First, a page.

There's a line from the "Liturgy of the Hours" that has always impressed me:
"In the tender compassion of our God
the dawn from on high shall break upon us, to shine
on those who dwell in darkness and the shadow of death,
and to guide our feet into the way of peace."
This will be my last post-overnight shift reflection. There have been some overnights that I ached to see the sun rise. Sometimes it felt as though all I could do was to just "hang on" and hope that morning's light would set aright all that was in chaos.
Last night, however, was not such an evening. I fell asleep in a confessional at 11:00 pm (since our office is being renovated, there's only one on-call room which I ceded to the other chaplain) and woke up at 5:45 am. This never happens! No traumas, no deaths, no emergencies. I'm now eating porridge and drinking coffee, writing this, and watching as the sun slowly creeps above the horizon.
In a way, I suspect my overnight experiences prefigure the Easter Vigil. Indeed, my first task yesterday was to lead with the other chaplain a prayer service for 75+ college students who had gathered to support one another as two of their friends struggled to survive after a terrible car accident. We moved these students down into the chapel and led them in prayer. Having been asked to do so, I offered some brief reflections and I pointed out to them that they occupied a space like that of the apostles after the death of Jesus. A terrible and unexpected tragedy had taken place. Lives had changed. A life had been lost. Hearts were battered and broken. And all day Saturday did the apostles not begin to gather in fear and trembling?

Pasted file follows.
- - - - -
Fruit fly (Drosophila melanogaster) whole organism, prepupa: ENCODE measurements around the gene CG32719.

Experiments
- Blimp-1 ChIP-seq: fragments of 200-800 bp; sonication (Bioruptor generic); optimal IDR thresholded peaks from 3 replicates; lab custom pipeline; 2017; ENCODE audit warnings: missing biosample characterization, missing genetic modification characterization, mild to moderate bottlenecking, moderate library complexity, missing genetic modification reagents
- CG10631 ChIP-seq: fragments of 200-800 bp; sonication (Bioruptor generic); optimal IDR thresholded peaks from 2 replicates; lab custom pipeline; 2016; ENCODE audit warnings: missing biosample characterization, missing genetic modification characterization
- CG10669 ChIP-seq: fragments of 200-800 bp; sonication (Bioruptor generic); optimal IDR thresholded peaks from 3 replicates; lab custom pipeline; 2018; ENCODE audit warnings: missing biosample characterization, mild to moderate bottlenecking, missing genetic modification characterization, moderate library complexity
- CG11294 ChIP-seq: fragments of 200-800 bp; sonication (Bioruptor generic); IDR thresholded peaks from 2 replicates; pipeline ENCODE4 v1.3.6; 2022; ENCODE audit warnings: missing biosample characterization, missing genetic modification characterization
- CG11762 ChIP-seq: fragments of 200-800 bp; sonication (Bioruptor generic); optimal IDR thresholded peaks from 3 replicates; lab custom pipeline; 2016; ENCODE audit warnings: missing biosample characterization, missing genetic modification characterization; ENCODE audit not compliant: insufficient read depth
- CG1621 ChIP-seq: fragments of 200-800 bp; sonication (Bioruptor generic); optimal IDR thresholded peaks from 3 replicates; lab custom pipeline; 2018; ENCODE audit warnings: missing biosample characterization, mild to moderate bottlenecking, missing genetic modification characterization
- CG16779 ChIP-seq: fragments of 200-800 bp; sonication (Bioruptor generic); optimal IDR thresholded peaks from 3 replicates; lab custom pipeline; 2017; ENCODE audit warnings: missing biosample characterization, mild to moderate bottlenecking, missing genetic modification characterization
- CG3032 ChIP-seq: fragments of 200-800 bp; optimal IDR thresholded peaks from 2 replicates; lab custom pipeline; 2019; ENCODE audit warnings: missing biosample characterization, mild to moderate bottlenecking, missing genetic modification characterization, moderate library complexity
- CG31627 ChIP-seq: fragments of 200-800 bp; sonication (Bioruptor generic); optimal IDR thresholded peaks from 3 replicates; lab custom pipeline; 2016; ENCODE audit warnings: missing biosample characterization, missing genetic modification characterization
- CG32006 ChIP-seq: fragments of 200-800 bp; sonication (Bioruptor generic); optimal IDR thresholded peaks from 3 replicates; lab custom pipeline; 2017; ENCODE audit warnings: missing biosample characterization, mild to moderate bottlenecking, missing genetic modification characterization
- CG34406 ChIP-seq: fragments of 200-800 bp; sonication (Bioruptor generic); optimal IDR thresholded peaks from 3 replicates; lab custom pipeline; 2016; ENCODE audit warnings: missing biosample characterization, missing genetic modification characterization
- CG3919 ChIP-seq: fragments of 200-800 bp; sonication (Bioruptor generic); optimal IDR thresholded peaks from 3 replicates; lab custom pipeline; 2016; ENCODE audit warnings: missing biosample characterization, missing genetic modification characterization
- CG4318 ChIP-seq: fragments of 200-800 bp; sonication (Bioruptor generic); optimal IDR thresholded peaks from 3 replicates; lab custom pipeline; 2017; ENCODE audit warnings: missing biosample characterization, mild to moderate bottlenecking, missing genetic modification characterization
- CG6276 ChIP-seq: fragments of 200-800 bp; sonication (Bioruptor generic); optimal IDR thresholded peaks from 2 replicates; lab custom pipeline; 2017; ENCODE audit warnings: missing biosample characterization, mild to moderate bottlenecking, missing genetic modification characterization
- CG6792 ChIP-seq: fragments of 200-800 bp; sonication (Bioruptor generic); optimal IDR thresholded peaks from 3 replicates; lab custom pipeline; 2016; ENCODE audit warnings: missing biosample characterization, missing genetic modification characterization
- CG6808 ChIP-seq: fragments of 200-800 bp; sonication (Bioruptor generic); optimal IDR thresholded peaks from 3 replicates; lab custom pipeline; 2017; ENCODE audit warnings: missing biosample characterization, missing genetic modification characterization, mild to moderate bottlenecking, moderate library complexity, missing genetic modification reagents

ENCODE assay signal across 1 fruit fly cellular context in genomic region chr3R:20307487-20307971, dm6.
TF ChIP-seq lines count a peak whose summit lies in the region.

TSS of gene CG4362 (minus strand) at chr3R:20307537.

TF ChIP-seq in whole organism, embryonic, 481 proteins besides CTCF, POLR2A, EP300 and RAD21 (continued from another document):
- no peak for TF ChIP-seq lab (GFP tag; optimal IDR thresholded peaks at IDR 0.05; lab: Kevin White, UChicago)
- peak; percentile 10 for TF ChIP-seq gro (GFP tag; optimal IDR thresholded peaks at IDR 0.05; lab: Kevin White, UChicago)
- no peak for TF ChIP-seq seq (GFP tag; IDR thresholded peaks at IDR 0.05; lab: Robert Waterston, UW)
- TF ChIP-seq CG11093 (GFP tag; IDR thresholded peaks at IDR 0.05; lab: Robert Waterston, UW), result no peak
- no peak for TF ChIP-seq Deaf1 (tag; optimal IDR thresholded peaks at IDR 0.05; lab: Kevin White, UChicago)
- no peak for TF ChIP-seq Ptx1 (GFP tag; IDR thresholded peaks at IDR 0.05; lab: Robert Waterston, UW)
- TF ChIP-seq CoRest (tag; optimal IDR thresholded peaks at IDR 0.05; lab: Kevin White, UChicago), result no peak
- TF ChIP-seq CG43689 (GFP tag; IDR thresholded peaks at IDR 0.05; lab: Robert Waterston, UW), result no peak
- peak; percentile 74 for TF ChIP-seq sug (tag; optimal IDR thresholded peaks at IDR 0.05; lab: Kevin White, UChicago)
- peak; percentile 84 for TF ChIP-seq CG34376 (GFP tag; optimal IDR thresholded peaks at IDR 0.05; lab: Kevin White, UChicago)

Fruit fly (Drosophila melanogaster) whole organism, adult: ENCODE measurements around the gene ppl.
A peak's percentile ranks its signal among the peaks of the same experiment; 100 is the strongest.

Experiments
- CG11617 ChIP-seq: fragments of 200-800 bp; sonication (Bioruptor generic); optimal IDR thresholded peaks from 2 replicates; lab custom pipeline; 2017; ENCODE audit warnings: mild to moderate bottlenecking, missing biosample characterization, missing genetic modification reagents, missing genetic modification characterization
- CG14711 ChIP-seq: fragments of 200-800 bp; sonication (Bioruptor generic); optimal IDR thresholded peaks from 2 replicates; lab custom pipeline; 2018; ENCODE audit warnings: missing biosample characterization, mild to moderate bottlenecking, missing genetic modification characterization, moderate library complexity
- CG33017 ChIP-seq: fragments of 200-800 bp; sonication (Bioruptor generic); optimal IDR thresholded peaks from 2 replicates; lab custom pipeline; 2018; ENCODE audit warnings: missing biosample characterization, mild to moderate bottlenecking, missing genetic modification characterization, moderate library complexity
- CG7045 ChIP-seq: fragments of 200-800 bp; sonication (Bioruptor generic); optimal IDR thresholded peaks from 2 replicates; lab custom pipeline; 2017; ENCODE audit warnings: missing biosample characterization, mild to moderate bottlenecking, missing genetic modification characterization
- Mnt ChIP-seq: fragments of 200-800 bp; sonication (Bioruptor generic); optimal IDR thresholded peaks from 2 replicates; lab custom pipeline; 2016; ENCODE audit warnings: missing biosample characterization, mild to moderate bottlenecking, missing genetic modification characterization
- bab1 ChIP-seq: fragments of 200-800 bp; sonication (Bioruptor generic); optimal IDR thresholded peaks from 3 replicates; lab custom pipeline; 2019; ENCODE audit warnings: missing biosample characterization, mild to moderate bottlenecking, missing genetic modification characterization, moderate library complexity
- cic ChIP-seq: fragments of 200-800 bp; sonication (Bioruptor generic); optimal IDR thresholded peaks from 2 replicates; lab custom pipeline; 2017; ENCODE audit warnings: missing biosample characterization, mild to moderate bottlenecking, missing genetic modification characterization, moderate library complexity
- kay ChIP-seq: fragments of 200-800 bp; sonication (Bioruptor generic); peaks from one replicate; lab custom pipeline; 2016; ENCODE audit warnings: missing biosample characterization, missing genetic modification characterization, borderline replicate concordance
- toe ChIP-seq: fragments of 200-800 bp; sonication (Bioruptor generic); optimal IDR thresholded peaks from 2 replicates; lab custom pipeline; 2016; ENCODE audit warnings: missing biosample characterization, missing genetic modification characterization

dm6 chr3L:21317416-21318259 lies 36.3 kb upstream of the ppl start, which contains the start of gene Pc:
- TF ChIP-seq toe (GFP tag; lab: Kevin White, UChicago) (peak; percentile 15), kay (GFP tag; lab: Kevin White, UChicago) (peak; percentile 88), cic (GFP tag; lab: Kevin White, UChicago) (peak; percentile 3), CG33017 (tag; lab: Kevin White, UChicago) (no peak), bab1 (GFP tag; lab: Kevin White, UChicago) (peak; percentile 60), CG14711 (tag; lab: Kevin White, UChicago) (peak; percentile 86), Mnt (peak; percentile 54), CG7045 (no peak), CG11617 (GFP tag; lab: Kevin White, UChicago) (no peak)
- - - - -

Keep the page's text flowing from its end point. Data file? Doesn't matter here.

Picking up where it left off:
So much of our lives are spent in-dwelling the Holy Saturday. We await in the daily grind and the humdrum nature of our existence the flowering forth of God's grace and mercy but, oh!, doesn't it take a long time! Doesn't it seem as though we wait...wait through the silence...wait through the tears...wait....wait...wait. Soon we begin to be afraid and doubts nag us. The tragedy that has befallen us threatens to define us and our hearts strain forward in search of any thread of hope and we spend hours, days, even years - Holy Saturday is not limited to twenty-four hours in the spiritual life! - in this pursuit.
But our faith is that Easter morning will break upon us. Death itself is pierced through and rather than circumscribing or defining the nature of human life, death is itself incorporated into God's saving plan for all of humanity. Death is lifted up and its stinger removed and it becomes but a comma, a brief pause, that separates us from life eternal.
So from my window I can see the parking lot and budding trees. My shift will conclude in a little over an hour. Easter morning has broken. I turn my eyes eastward to greet the new day and my heart is joyful. And I will follow the day's new rays to my car and I shall go to celebrate the Eucharist and though the overnight portion of my training ends today, the learning I take from it will continue to inform my prayer for the rest of my life.